The Garden Diva (But Worth the Trouble)

IMG_3181One of the things we added to our garden this summer was a rose tree or rose standard. Our big box hardware store puts plants on deep, deep discount when their prime moment has passed and my husband couldn’t resist this tree for $5.99.

If I had read about the care and feeding of rose standards before he bought it, I probably would’ve said, “Don’t bother.” As I’ve told you before, I like a hardy, tenacious flower that thrives where it’s planted, with not too much input from me.

The rose standards are not hardy or tenacious and they need a lot of attention from humans–they are such divas! They’re actually created by humans and grown by grafting a hybrid rose to the top of a long rose cane, and that means they can be top heavy. Without real care in pruning, the cane will snap from the weight at the top. So they need to be supported with a stake, kept out of strong winds, and monitored for the cane bowing.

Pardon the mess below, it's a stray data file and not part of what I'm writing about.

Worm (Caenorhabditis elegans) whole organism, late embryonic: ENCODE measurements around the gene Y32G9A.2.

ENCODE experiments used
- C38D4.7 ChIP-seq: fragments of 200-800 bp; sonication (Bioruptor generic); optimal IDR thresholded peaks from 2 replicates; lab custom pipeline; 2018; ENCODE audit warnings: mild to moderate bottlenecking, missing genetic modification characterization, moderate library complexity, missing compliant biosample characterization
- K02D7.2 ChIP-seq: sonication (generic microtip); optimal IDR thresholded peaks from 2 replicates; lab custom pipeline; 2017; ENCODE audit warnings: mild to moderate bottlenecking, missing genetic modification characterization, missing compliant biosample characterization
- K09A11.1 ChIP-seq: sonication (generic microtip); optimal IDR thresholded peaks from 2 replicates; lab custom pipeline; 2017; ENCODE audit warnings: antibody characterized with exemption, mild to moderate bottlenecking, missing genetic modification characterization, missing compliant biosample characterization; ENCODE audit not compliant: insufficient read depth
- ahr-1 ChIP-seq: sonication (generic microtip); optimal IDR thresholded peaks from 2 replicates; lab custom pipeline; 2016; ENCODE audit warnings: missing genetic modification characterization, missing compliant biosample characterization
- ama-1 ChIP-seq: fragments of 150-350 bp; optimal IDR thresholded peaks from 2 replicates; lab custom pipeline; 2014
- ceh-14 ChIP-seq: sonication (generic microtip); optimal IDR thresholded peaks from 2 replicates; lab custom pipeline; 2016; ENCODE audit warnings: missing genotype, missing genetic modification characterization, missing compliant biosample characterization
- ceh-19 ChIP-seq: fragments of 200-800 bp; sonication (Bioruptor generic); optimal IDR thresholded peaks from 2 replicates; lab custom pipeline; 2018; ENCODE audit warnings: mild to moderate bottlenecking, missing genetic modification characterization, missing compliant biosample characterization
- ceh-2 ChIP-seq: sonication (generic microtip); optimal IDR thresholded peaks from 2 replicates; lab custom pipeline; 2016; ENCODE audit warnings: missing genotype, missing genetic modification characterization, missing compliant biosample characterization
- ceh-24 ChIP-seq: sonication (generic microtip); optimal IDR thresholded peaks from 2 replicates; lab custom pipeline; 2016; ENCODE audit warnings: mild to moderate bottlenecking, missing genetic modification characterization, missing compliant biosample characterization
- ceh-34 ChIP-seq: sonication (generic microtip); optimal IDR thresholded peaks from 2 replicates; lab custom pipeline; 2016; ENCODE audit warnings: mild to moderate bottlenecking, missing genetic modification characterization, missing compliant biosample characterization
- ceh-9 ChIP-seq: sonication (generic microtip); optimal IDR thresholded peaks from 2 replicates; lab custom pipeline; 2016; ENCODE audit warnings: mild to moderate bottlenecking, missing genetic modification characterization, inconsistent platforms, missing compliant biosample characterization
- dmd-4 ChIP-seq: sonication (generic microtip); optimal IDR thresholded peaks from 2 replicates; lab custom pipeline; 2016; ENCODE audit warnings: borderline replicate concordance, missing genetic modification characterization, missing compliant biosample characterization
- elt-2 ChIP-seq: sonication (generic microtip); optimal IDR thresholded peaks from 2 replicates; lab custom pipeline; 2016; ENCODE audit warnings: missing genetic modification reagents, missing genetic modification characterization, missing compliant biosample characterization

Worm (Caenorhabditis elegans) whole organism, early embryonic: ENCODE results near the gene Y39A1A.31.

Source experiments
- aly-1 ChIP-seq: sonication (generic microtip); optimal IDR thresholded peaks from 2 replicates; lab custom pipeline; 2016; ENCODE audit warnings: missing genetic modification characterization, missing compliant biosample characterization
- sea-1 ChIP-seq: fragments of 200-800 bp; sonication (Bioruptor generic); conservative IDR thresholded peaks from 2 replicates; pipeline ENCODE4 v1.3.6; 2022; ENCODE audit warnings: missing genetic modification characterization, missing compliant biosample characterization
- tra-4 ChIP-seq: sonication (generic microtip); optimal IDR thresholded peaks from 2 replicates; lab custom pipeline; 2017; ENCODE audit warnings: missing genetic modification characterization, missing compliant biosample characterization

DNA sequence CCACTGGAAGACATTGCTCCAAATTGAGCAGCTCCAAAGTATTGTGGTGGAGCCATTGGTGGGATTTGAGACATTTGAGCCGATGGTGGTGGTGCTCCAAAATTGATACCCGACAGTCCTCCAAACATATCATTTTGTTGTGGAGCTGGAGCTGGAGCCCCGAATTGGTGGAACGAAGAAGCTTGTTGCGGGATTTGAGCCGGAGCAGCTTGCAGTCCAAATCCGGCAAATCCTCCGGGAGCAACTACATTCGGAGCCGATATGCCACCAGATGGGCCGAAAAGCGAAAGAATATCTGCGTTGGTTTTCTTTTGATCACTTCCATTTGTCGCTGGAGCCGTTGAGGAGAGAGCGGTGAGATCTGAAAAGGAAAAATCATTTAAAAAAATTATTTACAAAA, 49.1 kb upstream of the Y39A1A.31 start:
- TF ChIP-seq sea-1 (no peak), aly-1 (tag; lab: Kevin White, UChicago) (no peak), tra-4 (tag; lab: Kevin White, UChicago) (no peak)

IMG_1751And, as if that weren’t all enough to worry about, they need special care in the winter. We will need to create a tall cylinder of chicken wire to go around the cane and then fill the cylinder with mulch, to protect the cane from freezing. We’ll try this but I don’t know if the poor thing will make it . . .

But in spite of all this, I have come to love the plant! It has given so much in the few months we’ve had it. It has gotten beautiful new foliage and produced dozens of the most gorgeous yellow roses, and they even smell fabulous! To top it off, it’s still blooming, better than ever, in October.

I do hope it makes it through the winter—I’ll keep you posted. If you’ve ever had a rose standard and have advice, please pass it along!

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As a postscript, I just finished dipping these coffee caramels and think they’re too pretty not to share!

IMG_3209dipped coffee caramels-1